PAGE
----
The Use of Talking

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Bibliomania 101: Sailing toward Bankruptcy

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Book collecting—and I’m not talking about first editions— is an expensive hobby, more expensive with each passing year. The price of books has risen drastically over the years. What was once the price of a hardcover is now the price of a paperback, and what used to be the price of a trade paperback is now the price of a mass-market one.

And that’s only trade books (the ones that get on the bestseller lists and make the tables at Barnes & Noble or the home page at Amazon. I usually buy academic books, and the prices for those are stratospheric. Hardcovers from Oxford or Cambridge often go for more than a hundred dollars; paperbacks from the university presses or a specialty publisher like Eerdmans seem to start at fifty. (Okay, $49.95. I’m not fooled.) I understand the exigencies of academic publishing; I’ve worked for a university press. Personnel, paper, and manufacturing costs go up while library budgets go down. In order to break even, prices have to be high. What’s really galling, are the high prices for academic e-books. Take one of the books in the post above, Daphne Hampson’s Christian Contradictions, published by Cambridge University Press: the hardcover retails for $104.00, the paperback for $43.00, and $34.00 for a zero-manufacturing-cost PDF!  I try really hard to be understanding, but my bibliomaniac’s heart quails.

Yes, sometimes I do pony up the $49.95, or wait for a birthday or Christmas to let someone else do it. If I’m really lucky, I’ll snag a half-price copy at a used-book store. I don’t have access to a university library or hundreds of dollars lying around to get it. At the public library, most academic books don’t circulate. If you want to read them, you have to sit in the library for as long as it takes.(Yes, I have done this.) Inter-library loan is slow and troublesome. My only hope is that the public library will digitize everything and make it all available to cardholders. Not that the publishers are likely to let them.

I’m a law-abiding fellow. I don’t litter or play loud radios on the subway or remove the Do Not Remove tags from pillows. But these days I have a certain sympathy for pirates.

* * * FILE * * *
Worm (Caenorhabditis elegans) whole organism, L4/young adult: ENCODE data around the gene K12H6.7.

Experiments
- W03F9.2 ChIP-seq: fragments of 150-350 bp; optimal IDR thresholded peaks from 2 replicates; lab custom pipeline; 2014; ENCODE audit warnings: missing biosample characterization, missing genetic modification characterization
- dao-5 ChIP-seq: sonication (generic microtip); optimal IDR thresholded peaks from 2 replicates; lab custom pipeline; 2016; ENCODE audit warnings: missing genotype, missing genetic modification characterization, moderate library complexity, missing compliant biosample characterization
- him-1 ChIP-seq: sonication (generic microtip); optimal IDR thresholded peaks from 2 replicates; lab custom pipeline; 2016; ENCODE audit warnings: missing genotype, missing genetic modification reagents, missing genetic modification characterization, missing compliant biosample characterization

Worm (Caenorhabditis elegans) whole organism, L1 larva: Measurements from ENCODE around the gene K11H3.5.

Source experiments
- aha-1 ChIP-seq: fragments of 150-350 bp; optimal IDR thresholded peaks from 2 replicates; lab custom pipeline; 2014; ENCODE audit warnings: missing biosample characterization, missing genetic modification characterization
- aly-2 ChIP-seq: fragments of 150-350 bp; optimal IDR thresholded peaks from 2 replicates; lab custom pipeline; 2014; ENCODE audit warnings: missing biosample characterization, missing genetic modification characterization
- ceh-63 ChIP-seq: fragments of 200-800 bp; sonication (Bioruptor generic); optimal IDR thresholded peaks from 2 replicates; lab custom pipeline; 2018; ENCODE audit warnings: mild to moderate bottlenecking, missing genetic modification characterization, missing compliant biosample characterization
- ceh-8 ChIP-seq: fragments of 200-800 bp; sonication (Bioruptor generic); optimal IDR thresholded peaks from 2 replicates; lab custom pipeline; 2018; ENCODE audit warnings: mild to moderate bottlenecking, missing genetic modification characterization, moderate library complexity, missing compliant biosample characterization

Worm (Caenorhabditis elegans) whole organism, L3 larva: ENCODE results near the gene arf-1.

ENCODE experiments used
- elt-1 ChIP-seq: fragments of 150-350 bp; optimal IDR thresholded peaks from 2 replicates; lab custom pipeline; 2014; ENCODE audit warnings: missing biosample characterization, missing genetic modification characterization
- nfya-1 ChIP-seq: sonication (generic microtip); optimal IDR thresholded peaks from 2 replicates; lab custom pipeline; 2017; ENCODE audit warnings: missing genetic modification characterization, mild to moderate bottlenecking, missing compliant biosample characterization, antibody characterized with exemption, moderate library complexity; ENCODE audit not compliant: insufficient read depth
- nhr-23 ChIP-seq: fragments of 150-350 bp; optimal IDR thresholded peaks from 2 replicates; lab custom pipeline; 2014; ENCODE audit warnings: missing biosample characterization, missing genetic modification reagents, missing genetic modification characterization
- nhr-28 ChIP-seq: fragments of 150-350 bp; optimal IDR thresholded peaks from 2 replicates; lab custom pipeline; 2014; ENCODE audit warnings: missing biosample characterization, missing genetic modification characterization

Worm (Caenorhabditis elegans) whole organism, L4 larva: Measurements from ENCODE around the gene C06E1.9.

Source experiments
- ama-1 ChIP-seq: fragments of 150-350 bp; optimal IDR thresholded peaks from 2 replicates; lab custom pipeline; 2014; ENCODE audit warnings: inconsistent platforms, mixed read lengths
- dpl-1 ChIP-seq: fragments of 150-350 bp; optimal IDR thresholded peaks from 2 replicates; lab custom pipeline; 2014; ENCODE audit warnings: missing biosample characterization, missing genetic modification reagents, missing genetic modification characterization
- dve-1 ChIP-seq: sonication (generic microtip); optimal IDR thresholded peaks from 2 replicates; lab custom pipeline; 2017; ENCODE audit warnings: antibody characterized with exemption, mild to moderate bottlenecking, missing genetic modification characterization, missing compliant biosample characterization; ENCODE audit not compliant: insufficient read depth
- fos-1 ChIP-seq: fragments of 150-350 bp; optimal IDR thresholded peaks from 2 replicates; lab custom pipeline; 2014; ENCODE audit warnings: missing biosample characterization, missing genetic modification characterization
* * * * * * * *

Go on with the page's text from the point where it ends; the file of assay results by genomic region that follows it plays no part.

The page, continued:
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Written by hans castorp

August 23, 2013 at 9:07 am

Posted in Bibliomania

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Bibliomania 101: The Scattershot Reader

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There must be some people out there who read books straight through, one at a time. I’m not one of them. At the moment I’ve got these books going:

  • Allen Nevins, The Ordeal of the  Union, volume 2
  • Karl Barth, Church Dogmatics, volume 1 part 2
  • Balzac, The Ball at Sceaux 
  • Concordia: The Lutheran Confessions
  • Hegel, Phenomenology of the Spirit (This is my second attempt. I’m barely into it.)
  • Zechariah Sitchen, The Twelfth Planet (I hate to admit I’m reading this one, but I have an almost bottomless appetite for wacko stuff.)
  • Joseph Farrell, The Nazi International (Ditto.)
  • Daphne Hampson, Christian Contradictions

Now, I’m not saying this to brag about my intellectual ambitions or how much I read—at least not entirely. No, I mean it as a self rebuke. Of these seven, how many will languish at various stages of reading? How many will I persevere with, and how many will be pushed out by some new temporary enthusiasm? I have another, longer list of books that haven’t looked at for months, yet haven’t given up on. The trouble with this is that, if it’s fiction, I have to skim through to refresh my memory of what’s going on. If it’s demanding nonfiction, I sometimes have to start from the beginning to try and puzzle it out. There’s one book of German philosophy (no, not Hegel) that I’ve begun at least three times, only to bog down a chapter or two farther than when I last picked it up.

Every New Year’s Day I resolve to reform my reading habits, to stop acquiring books until I’m through with the bunch I’m reading now (plus the ones I got for Christmas). But long about the middle of January, some new title beckons. Oh, I tell myself I’ll just slip that in and then go back to my current list, but rarely happens; one or two or three or four titles slide into forgetfulness as I surrender to the seductions of publishers’ catalogs and internet reviews.

One of the consequences of my inconstancy is a sore point in my marriage. Mrs. C thinks we have at least twice as many books as we need, and frequently tells me that if we have to move, I’ll have to get rid of half the library. (The very thought gives me the vapors.) Lucky for our marriage (and for the apartment) that our budget is limited.

Written by hans castorp

August 21, 2013 at 3:04 pm

Posted in Bibliomania, Books

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